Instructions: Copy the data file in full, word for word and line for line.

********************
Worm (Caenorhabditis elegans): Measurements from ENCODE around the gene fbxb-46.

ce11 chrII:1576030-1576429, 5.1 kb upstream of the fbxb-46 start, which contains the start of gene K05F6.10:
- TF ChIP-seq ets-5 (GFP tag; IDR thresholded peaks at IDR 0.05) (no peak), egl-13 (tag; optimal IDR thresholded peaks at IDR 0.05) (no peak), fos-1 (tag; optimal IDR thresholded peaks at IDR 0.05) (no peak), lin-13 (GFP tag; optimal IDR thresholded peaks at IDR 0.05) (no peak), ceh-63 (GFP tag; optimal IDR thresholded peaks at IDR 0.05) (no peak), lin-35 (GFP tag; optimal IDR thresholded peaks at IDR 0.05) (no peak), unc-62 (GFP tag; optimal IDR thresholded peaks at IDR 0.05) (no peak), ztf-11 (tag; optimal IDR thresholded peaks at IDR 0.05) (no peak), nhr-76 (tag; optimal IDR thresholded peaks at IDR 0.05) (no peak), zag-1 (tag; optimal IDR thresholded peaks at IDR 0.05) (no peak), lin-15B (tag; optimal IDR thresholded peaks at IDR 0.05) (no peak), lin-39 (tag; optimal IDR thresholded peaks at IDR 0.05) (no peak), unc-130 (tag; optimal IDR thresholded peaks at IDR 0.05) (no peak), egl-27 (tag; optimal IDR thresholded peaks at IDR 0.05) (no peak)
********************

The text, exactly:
Worm (Caenorhabditis elegans): Measurements from ENCODE around the gene fbxb-46.

ce11 chrII:1576030-1576429, 5.1 kb upstream of the fbxb-46 start, which contains the start of gene K05F6.10:
- TF ChIP-seq ets-5 (GFP tag; IDR thresholded peaks at IDR 0.05) (no peak), egl-13 (tag; optimal IDR thresholded peaks at IDR 0.05) (no peak), fos-1 (tag; optimal IDR thresholded peaks at IDR 0.05) (no peak), lin-13 (GFP tag; optimal IDR thresholded peaks at IDR 0.05) (no peak), ceh-63 (GFP tag; optimal IDR thresholded peaks at IDR 0.05) (no peak), lin-35 (GFP tag; optimal IDR thresholded peaks at IDR 0.05) (no peak), unc-62 (GFP tag; optimal IDR thresholded peaks at IDR 0.05) (no peak), ztf-11 (tag; optimal IDR thresholded peaks at IDR 0.05) (no peak), nhr-76 (tag; optimal IDR thresholded peaks at IDR 0.05) (no peak), zag-1 (tag; optimal IDR thresholded peaks at IDR 0.05) (no peak), lin-15B (tag; optimal IDR thresholded peaks at IDR 0.05) (no peak), lin-39 (tag; optimal IDR thresholded peaks at IDR 0.05) (no peak), unc-130 (tag; optimal IDR thresholded peaks at IDR 0.05) (no peak), egl-27 (tag; optimal IDR thresholded peaks at IDR 0.05) (no peak)